(12.10)
Record low °F (°C) 0
(−18)
−5
(−21)
17
(−8)
28
(−2)
40
(4)
48
(9)
59
(15)
56
(13)
39
(4)
26
(−3)
13
(−11)
5
(−15)
−5
(−21)
Precipitation inches (mm) 4.64
(117.9)
5.28
(134.1)
5.94
(150.9)
4.01
(101.9)
3.53
(89.7)
4.07
(103.4)
5.24
(133.1)
3.85
(97.8)
3.97
(100.8)
2.92
(74.2)
4.61
(117.1)
4.86
(123.4)
52.93
(1,344.4)
Avg. precipitation days (≥ 0.01 in) 10.1 8.9 8.7 7.7 7.6 9.7 11.5 9.1 6.9 6.7 7.5 9.8 104.2
Mean monthly sunshine hours 151.9 166.7 220.1 252.0 266.6 261.0 263.5 251.1 225.0 229.4 171.0 151.9 2,610.2
Source #1: NOAA[42]
Source #2: The Weather Channel (record temperatures)[43]

DemographicsEdit

Historical populations
Census Pop.
1840 2,179
1850 8,728 300.6%
1860 8,843 1.3%
1870 10,588 19.7%
1880 16,713 57.8%
1890 21,883 30.9%
1900 30,346 38.7%
1910 38,136 25.7%
1920 43,464 14.0%
1930 66,079 52.0%
1940 78,084 18.2%
1950 106,525 36.4%
1960 134,393 26.2%
1970 133,386 −0.7%
1980 177,857 33.3%
1990 187,106 5.2%
2000 201,568 7.7%
2010 205,764 2.1%
Est. 2011 208,182 3.3%
Source:
U.S. Census Bureau[44]
2011 estimate[45]

As of the 2010 census, the population of the city was 205,764.[46] There were 81,486 households, out of which 29% had children under the age of 18 living with them. The racial makeup of the city was 56.6% Black, 37.3% White, 2.2% Asian, 0.2% Native American, 0.1% Pacific Islander, 2.2% from other races, and 1.3% from two or more races. 3.9% of the population were Hispanic or Latino of any race.[47] Non-Hispanic Whites were 36.1% of the population in 2010,[47] down from 66% in 1970.[48]

The city population was spread out with 24.9% under the age of 18, 11.7% from 18 to 24, 27.3% from 25 to 44, 24.2% from 45 to 64, and 11.8% who were 65 years of age or older. The median age was 34 years. For every 100 females there were 88.6 males. For every 100 females age 18 and over, there were 84.5 males. The median income for a household in the city was $41,380, and the median income for a family was $53,125. Males had a median income of $40,255 versus $33,552 for females. The per capita income for the city was $23,139. About 18.2% of families and 21.6% of the population were below the poverty line, including 34.8% of those under age 18 and 8.4% of those age 65 or over.

EconomyEdit

Montgomery's central location in Alabama's Black Belt makes it a processing hub for crops such as cotton, peanuts, and soybeans. In 1840 Montgomery County led the state in cotton production,[49] and by 1911, the city processed 160,000–200,000 bales of cotton annually.[50] Montgomery has long had large metal fabrication and lumber production sectors.[50] Due to its location along the Alabama River and extensive rail connections, Montgomery has and continues to be a regional distribution hub for a wide range of industries.[8] Today, the city's Gross Metropolitan Product is $12.15 billion, representing 8.7% of the Gross State Product of Alabama.[51]

According to Bureau of Labor Statistics data from October 2008, the largest sectors of non-agricultural employment were: Government, 24.3%; Trade, Transportation, and Utilities, 17.3% (including 11.0% in retail trade); Professional and Business Services, 11.9%; Manufacturing, 10.9%; Education and Health Services, 10.0% (including 8.5% in Health Care & Social Assistance); Leisure and Hospitality, 9.2%; Financial Activities, 6.0%, Natural Resources, Mining and Construction, 5.1%; Information, 1.4%; and Other services 4.0%. Unemployment for the same period was 5.7%, 2.5% higher than October 2007.[52] The city also draws in workers from the surrounding area; Montgomery's daytime population rises 17.4% to 239,101.[53]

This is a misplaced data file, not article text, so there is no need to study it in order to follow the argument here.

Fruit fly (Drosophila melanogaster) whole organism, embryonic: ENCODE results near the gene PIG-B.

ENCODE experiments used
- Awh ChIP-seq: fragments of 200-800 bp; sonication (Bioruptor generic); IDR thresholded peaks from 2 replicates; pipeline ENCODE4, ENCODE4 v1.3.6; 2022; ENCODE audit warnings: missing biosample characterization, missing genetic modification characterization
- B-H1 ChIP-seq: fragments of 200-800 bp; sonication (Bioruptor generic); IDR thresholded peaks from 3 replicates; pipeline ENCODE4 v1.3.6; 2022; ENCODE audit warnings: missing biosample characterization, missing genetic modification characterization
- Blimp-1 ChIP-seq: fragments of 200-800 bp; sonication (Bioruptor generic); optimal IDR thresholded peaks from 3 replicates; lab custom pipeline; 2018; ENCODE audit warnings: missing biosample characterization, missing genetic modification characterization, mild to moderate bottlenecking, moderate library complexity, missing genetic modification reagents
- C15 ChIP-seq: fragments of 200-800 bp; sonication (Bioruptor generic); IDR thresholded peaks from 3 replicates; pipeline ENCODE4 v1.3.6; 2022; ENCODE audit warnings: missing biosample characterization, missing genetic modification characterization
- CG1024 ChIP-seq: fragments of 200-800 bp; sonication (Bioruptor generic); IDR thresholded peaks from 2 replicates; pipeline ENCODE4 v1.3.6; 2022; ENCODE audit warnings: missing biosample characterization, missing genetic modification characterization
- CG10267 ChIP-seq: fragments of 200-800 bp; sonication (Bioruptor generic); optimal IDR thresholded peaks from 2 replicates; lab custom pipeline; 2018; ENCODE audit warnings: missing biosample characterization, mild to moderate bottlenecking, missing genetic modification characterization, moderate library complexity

As of January 2011, Montgomery's largest employers were Maxwell-Gunter Air Force Base (12,280 employees), the State of Alabama (9,500), Montgomery Public Schools (4,524), Baptist Health (4,300), Hyundai Motor Manufacturing Alabama (2,700), Alfa Insurance (2,568), the City of Montgomery (2,500), Jackson Hospital & Clinic (1,300), Rheem Water Heaters (1,147), and Regions (977).[54]

According to Pennsylvania State University's "Living Wage Calculator", the living wage for the city is US$8.02 per hour (or $16,691 per year) for an individual and $25.80 per hour ($53,662 per year) for a family of four.[55] These are slightly higher than the state averages of $7.45 per hour for an individual and $25.36 for a family of four.[56]

Law and governmentEdit

Montgomery operates under a Mayor–council government system. The mayor and council members are elected to four-year terms. The current mayor is Todd Strange, who was elected mayor in a special election, held March 10, 2009, after then-mayor Bobby Bright was elected to U.S. Congress for the 2nd district. The city is served by a nine-member city council, elected from nine districts of equal size.

As the seat of Montgomery County, the city is the location of county courts and the county commission. Montgomery is the capital of Alabama, and hosts numerous state government offices, including the office of the Governor, the Alabama Legislature, and the Alabama Supreme Court.